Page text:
James Roosevelt

James Roosevelt

James Roosevelt, the son of Franklin D. Roosevelt and Eleanor Roosevelt, and brother of Franklin Roosevelt Jr., was born in New York City on 23rd December, 1907. After graduating from Harvard University in 1930 he became an insurance broker in Boston. He eventually became president of Roosevelt & Sargent Incorporated.

Roosevelt joined the United States Marines in November 1940. After Japan attacked at Pearl Harbor two leading marines, Evans Carlson and Merritt Edson advocated the use of guerrilla warfare against the Japanese Army in the Pacific War. Eventually Edson was given command of the 1st Raider Battalion whereas Carlson got the 2nd Raider Battalion. Roosevelt became Carlson's assistant. Based in San Diego, the Carlson's Raiders were taught the military tactics employed by the Red Army against the Japanese. This included learning how to kill silently and quickly. Following the example of the guerrillas in China, Carlson abolished the traditional privileges enjoyed by officers. They ate the same food, wore the same clothes and carried the same equipment.

In August 1943 the 2nd Raider Battalion landed on the small island of Makin Atoll. After two days of fighting Carlson's men were able to destroy the radio station, burned equipment and captured important documents. Thirty marines were killed before General Alexander Vandegrift ordered them to leave the island. As a result of the raid the Japanese Army fortified the Gilbert Islands. On 4th November 1943, the Carlson's Raiders landed in Guadalcana. Over the next month Carlson's men killed more than 500 Japanese while only losing 17 men.

By the end of the war Roosevelt had reached the rank of brigadier general. After leaving the army he became chairman of Roosevelt & Haines. A member of the Democratic Party he was an unsuccessful candidate for Governor of California in 1950.

Roosevelt was elected to the House of Representatives and served between 3rd January, 1955 and 30th September 1965. A strong opponent of McCarthyism Roosevelt was one of the first politicians to attack the tactics of Joseph McCarthy. He was also the only member of the House of Representatives to voted against giving the House of Un-American Activities money.

He resigned from Congress to become the United States representative to United Nations Economic and Social Council.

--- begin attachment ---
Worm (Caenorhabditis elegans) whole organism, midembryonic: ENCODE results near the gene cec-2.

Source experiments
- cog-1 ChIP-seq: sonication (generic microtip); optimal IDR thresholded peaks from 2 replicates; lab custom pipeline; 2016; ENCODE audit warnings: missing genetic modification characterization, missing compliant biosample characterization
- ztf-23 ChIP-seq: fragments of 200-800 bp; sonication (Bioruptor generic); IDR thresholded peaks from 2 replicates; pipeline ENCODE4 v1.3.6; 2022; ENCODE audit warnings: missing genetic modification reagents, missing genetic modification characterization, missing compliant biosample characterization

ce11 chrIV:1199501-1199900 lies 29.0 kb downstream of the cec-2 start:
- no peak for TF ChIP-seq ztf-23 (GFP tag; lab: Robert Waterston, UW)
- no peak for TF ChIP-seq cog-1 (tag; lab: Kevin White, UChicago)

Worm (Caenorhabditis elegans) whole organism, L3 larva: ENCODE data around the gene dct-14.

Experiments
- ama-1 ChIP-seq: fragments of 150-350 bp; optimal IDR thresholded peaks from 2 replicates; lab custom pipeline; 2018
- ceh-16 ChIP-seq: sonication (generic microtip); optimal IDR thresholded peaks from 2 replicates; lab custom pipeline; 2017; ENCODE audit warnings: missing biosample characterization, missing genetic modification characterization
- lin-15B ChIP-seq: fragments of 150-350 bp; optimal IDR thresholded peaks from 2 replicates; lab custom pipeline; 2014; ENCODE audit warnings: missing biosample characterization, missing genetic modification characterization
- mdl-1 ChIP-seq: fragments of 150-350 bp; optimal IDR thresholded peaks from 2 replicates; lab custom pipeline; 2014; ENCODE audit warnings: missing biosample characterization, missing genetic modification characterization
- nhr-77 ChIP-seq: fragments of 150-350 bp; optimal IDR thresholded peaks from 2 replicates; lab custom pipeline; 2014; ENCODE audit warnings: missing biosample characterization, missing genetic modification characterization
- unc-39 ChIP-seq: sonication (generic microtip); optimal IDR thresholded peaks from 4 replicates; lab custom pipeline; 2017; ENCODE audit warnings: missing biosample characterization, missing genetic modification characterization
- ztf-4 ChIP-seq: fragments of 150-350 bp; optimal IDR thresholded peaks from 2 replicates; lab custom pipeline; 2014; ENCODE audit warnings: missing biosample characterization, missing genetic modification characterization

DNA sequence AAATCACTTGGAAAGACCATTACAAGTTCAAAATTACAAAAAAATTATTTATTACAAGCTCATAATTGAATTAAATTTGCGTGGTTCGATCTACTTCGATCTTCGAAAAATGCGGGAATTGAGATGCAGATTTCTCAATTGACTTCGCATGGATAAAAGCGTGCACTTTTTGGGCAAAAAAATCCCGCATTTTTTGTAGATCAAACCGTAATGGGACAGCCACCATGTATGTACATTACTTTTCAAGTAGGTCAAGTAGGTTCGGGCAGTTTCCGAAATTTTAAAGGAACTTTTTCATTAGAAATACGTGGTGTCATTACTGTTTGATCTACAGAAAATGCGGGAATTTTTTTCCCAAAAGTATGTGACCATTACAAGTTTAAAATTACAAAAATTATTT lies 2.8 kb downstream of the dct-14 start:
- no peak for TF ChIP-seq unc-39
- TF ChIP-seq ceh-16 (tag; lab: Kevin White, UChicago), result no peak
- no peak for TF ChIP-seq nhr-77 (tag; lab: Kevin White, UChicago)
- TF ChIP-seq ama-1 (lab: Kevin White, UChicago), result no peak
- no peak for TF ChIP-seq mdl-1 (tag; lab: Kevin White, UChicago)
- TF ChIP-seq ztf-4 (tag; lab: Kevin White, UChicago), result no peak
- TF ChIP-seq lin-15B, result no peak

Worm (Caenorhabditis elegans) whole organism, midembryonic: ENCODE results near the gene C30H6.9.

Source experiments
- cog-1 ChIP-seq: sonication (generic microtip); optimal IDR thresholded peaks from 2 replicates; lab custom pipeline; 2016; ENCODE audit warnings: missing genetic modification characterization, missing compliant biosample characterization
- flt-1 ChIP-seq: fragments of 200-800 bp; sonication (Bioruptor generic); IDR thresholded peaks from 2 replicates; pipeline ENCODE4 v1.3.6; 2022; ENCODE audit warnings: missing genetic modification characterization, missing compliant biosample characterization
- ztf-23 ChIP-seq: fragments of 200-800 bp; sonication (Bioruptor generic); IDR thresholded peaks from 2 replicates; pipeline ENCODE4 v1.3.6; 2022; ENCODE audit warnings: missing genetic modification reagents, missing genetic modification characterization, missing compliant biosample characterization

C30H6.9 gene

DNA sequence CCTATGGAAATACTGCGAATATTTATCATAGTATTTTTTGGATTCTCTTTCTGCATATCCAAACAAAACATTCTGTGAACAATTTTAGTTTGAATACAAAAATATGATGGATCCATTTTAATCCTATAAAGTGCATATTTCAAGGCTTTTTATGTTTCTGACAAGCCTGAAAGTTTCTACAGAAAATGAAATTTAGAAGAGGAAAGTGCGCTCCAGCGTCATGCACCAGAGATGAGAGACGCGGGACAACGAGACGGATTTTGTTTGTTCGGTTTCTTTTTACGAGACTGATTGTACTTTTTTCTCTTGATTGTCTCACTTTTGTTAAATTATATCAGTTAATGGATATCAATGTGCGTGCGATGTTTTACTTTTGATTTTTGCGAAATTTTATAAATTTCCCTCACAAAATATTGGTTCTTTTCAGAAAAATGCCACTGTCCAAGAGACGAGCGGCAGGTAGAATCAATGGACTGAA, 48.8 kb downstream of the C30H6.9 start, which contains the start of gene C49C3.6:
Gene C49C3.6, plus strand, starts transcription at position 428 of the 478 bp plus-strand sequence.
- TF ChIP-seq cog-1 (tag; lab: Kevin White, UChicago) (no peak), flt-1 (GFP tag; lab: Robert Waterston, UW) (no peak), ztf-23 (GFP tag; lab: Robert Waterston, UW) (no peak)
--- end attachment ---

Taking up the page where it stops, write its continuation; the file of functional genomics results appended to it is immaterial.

James Roosevelt died in California on 13th August 1991.

Primary Sources

(1) Evans Carlson, letter to Agnes Smedley (November 1943)

There were two factors which modern military leaders do not seem to understand or prefer to ignore. One, comfort and personal convenience are not consonant with the conduct of military-naval operations against an alert and tenacious enemy; two, men are inspired to fight with all that is within them only by leadership based on merit, a profound knowledge of the reasons they fight, and the conviction that the things for which they fight are worth fighting for. We will win because of our economic strength, but the sacrifice in men and treasure will be out of proportion to our effort and far beyond what it would be if we as a nation had learned that there is no smooth road to freedom.

(2) A member of the 2nd Raider Battalion who served under Roosevelt and Evans Carlson during the Second World War was interviewed for Michael Blankfort's book, The Big Yankee: The Life of Carlson of the Raiders (1947)

Day after day we followed the Old Man's jungle-guerrilla tactics, putting into practice his theory of the mobile fire team. The team worked wonders. Toward evening we'd make a base; then next morning fan out patrols to find the enemy as well as the site of a forward base. The Old Man would okay it, and we'd all move up to it. The next day would be the same. The Old Man led the whole battalion over the ridge. Carlson called out, "Let's sing, Onward, Christian Soldiers." We didn't care whether or not the Japs heard us. We felt good singing.

We had spent a month in the jungle, and marched one hundred and fifty miles, met the enemy daily, captured and destroyed his guns and ammunition and food and medical supplies; we reassured the command that nothing important was going on in the interior; we mapped out his exit-west route; we destroyed 'Pistol Pete,' and finally we killed officially 488 Japs, but the Seabees who went in later to bury them said we killed 700. For all this, we lost 17 men, and 17 wounded.

(3) Howard Zinn, A People's History of the United States (1980)

In the early fifties, the House Un-American Activities Committee was at its heyday, interrogating Americans about their Communist connections, holding them in contempt if they refused to answer, distributing millions of pamphlets to the American public: "One Hundred Things You Should Know About Communism" ("Where can Communists be found? Everywhere"). Liberals often criticized the Committee, but in Congress, liberals and conservatives alike voted to fund it year after year. By 1958, only one member of the House of Representatives (James Roosevelt) voted against giving it money. Although Truman criticized the Committee, his own Attorney General had expressed, in 1950, the same idea that motivated its investigations: "There are today many Communists in America. They are everywhere - in factories, offices, butcher shops, on street corners, in private business - and each carries in himself the germs of death for society."